No one is all that bright when it comes to product design.

I’ve been incredibly fortunate to work with a lot of smart people at small startups — a bevy of PhDs, a horde of successful entrepreneurs, a gaggle of elite designers. Together, we spent many hours debating how users would react to new ideas, product improvements, and design changes. As often as not, we were pretty far off-base.

At one startup in particular, we spent an inordinate amount of time discussing which of several paths was the ideal one to pursue. We whiteboarded, we whittled down feature sets, we discussed potential pitfalls, and we endlessly, passionately argued over possible outcomes. After two or three weeks of this mind-numbing debate, we finally tried one of the ideas and invested a few weeks engineering and fine tuning. Then, a month after we conceived the idea, we’d run a user study, multivariate test, or just go for it and release the idea into the wild. Sometimes things worked out great and sometimes we fell on our faces.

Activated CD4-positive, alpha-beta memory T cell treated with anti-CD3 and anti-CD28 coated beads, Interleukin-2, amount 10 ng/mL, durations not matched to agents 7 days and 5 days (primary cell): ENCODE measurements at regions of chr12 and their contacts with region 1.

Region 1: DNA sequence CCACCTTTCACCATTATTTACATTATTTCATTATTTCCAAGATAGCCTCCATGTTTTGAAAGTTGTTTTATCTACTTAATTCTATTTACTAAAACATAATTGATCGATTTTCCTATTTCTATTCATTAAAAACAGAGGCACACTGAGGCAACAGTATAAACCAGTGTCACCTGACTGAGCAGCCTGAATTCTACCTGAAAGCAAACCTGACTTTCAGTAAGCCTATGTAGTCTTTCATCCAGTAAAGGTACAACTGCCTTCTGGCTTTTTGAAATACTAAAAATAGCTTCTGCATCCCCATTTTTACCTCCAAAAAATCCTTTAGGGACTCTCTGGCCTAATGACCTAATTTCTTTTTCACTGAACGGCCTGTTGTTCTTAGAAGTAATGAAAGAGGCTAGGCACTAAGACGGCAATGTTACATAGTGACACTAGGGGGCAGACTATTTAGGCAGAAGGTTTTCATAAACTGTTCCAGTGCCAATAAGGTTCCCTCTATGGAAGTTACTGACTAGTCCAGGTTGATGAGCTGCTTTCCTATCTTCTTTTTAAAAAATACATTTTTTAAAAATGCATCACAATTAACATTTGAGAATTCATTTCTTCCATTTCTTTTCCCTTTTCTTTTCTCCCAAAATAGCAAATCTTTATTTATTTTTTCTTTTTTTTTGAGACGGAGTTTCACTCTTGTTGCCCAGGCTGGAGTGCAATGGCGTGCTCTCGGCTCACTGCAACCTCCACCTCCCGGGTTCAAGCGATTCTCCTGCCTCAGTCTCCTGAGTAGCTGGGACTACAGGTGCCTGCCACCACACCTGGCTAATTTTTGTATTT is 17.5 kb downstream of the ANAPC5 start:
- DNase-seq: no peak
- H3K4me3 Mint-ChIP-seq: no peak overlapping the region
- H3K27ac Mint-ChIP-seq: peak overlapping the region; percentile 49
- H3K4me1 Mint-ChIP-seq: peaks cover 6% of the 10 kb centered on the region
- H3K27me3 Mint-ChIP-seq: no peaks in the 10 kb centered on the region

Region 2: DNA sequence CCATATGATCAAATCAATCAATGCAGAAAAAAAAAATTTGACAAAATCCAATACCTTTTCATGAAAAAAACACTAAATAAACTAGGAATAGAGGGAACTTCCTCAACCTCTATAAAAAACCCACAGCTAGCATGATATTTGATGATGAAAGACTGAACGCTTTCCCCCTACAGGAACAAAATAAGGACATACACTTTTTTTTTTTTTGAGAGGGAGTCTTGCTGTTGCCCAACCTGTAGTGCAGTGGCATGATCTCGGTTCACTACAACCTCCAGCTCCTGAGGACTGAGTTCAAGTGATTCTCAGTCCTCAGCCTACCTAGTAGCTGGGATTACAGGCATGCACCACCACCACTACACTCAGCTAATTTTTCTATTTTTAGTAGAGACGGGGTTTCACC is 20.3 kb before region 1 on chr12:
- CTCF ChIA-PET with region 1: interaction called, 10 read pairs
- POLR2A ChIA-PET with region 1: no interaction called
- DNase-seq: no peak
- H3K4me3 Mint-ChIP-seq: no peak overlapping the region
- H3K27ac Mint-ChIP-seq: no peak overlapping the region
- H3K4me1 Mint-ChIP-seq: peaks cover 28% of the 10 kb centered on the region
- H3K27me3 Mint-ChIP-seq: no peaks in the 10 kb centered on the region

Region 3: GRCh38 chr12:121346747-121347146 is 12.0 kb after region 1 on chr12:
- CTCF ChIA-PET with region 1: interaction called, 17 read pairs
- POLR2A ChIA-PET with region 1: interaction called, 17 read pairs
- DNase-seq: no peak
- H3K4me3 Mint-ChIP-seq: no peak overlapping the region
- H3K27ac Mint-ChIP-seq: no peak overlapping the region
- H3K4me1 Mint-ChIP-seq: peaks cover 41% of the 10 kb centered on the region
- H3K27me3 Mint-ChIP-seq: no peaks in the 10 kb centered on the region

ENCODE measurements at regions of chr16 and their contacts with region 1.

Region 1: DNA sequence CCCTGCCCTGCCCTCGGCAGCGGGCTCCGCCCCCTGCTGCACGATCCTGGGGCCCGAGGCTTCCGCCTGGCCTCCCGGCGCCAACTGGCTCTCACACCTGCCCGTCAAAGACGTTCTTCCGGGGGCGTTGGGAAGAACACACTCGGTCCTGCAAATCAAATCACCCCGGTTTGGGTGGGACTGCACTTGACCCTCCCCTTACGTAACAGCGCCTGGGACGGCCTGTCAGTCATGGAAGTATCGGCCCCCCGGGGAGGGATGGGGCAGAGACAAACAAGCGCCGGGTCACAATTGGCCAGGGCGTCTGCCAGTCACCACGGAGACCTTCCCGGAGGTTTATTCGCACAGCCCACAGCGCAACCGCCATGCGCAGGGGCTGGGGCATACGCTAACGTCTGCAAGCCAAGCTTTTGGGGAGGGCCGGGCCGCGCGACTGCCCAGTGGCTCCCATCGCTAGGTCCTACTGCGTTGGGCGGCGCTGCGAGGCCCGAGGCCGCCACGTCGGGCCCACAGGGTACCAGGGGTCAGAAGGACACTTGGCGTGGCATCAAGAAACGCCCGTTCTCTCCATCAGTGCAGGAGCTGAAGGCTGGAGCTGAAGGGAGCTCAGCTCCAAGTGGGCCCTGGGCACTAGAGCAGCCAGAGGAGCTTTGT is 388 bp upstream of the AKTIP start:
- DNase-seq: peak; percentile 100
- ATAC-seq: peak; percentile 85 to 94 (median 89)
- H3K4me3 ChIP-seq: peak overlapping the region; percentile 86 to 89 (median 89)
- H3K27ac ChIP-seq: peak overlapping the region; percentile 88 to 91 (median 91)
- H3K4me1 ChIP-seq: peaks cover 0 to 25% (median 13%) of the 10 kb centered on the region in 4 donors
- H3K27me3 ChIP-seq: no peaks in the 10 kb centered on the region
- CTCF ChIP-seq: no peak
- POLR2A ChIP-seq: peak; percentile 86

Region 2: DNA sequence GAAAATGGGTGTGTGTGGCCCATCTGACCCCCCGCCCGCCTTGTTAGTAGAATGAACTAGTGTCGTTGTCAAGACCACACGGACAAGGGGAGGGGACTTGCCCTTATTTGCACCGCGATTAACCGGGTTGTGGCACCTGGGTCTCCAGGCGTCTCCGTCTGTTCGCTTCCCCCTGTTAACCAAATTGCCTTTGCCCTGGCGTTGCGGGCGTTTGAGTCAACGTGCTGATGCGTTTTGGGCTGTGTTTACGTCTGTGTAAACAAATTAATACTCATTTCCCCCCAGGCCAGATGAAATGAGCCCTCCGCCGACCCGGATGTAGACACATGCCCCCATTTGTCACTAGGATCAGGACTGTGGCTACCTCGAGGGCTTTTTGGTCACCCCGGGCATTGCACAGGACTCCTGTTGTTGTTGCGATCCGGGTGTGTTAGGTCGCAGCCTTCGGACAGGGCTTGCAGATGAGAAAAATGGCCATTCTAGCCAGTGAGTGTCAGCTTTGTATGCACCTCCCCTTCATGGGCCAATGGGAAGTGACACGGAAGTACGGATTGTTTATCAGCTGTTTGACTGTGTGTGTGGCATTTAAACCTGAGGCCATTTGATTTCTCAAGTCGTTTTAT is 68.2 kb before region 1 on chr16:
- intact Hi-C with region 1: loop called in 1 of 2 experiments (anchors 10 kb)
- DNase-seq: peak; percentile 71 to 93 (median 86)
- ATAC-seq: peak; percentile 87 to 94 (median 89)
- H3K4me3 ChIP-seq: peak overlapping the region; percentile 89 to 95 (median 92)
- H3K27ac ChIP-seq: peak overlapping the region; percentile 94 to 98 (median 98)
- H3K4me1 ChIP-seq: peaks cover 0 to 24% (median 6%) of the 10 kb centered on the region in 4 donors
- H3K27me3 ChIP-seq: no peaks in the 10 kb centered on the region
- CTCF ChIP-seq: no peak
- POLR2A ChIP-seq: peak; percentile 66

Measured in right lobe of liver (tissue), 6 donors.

It eventually became clear that none of the preamble had much impact on whether our release was successful. When we were coming up with ideas, we generally knew that among three options ‘A’ was likely a terrible idea, ‘B’ was pretty good, and ‘C’ was decent too. Instead of rat-holing on which of ‘B’ or ‘C’ was superior we should have just picked ‘B’ by default, prototyped it, and validated it. If ‘B’ failed, fine, move onto ‘C.’ We could have easily built and tested two options in the time we took just to choose a direction.

This advice might sound trite and ‘fail fast’ is starting to become doctrine among product designers. But, remain vigilent. At times we all sucumb to feeling very clever sitting around with our peers pondering optimal outcomes. The next time you’re caught in a room full of smart people doing something dumb (like trying to anticipate what your users will do), tune them out, flip open your laptop, and start prototyping.